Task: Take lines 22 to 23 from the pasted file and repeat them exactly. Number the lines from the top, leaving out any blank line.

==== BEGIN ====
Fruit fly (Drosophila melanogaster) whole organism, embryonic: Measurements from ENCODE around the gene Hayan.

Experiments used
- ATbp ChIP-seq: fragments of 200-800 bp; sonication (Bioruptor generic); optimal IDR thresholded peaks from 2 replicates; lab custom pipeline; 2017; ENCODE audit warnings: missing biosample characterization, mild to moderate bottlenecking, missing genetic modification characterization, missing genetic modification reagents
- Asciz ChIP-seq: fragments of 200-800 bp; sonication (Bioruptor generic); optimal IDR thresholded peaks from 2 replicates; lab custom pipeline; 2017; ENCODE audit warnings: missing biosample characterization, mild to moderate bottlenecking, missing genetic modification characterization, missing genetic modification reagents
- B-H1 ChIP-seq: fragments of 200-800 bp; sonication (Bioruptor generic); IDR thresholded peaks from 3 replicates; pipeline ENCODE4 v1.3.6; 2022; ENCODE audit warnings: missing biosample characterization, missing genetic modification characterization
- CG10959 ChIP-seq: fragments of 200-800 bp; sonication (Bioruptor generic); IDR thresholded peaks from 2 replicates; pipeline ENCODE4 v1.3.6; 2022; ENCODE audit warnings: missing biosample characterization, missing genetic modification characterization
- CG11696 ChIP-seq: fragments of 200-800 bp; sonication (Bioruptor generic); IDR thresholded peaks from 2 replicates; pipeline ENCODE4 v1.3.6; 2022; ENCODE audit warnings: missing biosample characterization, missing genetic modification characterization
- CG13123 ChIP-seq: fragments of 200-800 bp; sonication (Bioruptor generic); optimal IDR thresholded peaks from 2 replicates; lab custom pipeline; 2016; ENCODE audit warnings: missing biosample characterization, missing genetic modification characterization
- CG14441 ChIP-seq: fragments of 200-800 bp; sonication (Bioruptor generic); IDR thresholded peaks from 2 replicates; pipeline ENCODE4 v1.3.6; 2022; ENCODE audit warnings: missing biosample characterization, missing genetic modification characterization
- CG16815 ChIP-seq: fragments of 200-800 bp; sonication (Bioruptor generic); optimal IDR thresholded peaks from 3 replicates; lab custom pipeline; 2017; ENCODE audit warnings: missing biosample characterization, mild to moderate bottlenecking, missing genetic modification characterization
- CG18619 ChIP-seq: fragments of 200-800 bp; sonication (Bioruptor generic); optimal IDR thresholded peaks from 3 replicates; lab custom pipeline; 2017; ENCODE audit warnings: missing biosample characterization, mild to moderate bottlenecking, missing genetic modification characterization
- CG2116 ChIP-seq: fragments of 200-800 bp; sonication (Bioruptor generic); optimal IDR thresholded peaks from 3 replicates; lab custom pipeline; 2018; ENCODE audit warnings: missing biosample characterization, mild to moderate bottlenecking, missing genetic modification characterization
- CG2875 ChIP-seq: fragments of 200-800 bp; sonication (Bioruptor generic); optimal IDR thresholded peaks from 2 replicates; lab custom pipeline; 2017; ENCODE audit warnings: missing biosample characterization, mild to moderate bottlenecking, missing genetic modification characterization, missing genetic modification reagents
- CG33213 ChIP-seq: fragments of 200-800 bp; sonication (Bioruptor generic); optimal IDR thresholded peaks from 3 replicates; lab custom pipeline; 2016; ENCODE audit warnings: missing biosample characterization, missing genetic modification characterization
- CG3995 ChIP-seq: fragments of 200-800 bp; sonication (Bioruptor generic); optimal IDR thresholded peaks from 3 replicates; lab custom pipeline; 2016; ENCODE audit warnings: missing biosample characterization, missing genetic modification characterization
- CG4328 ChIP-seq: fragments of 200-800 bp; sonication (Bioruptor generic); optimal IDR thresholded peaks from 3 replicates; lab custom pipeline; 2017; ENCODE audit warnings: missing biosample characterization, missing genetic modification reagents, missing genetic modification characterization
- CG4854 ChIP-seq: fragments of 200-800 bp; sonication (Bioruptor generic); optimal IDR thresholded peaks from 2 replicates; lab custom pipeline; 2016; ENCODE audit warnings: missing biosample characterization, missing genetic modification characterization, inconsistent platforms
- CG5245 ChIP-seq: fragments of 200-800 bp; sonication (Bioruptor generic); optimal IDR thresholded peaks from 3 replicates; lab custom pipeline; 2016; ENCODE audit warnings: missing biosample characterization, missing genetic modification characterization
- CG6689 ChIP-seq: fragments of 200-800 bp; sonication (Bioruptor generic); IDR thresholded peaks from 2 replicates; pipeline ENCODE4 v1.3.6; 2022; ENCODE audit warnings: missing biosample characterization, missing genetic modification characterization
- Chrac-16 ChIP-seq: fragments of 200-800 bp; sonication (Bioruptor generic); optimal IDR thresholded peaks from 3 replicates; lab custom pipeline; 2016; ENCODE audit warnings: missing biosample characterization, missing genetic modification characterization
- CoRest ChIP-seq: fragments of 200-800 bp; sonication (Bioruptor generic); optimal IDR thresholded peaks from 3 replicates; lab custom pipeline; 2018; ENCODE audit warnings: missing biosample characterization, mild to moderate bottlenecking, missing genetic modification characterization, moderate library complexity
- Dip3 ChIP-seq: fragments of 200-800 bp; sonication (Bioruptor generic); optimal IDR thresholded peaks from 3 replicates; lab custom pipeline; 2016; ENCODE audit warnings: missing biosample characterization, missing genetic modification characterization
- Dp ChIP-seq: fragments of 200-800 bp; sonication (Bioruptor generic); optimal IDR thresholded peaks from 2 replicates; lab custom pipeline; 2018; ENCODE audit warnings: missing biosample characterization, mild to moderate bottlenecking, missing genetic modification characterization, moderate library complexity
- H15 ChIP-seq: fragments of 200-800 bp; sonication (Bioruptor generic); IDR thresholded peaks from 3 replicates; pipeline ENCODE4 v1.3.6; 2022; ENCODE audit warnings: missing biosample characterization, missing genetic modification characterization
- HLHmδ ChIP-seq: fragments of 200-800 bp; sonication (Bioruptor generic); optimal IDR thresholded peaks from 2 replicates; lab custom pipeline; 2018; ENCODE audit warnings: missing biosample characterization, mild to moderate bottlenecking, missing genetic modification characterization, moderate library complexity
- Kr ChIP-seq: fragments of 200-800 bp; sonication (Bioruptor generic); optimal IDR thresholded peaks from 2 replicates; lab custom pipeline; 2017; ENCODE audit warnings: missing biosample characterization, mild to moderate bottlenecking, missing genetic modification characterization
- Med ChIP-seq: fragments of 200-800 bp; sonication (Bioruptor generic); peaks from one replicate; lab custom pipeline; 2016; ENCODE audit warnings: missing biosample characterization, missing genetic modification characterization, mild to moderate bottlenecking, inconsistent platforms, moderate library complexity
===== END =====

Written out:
- Dip3 ChIP-seq: fragments of 200-800 bp; sonication (Bioruptor generic); optimal IDR thresholded peaks from 3 replicates; lab custom pipeline; 2016; ENCODE audit warnings: missing biosample characterization, missing genetic modification characterization
- Dp ChIP-seq: fragments of 200-800 bp; sonication (Bioruptor generic); optimal IDR thresholded peaks from 2 replicates; lab custom pipeline; 2018; ENCODE audit warnings: missing biosample characterization, mild to moderate bottlenecking, missing genetic modification characterization, moderate library complexity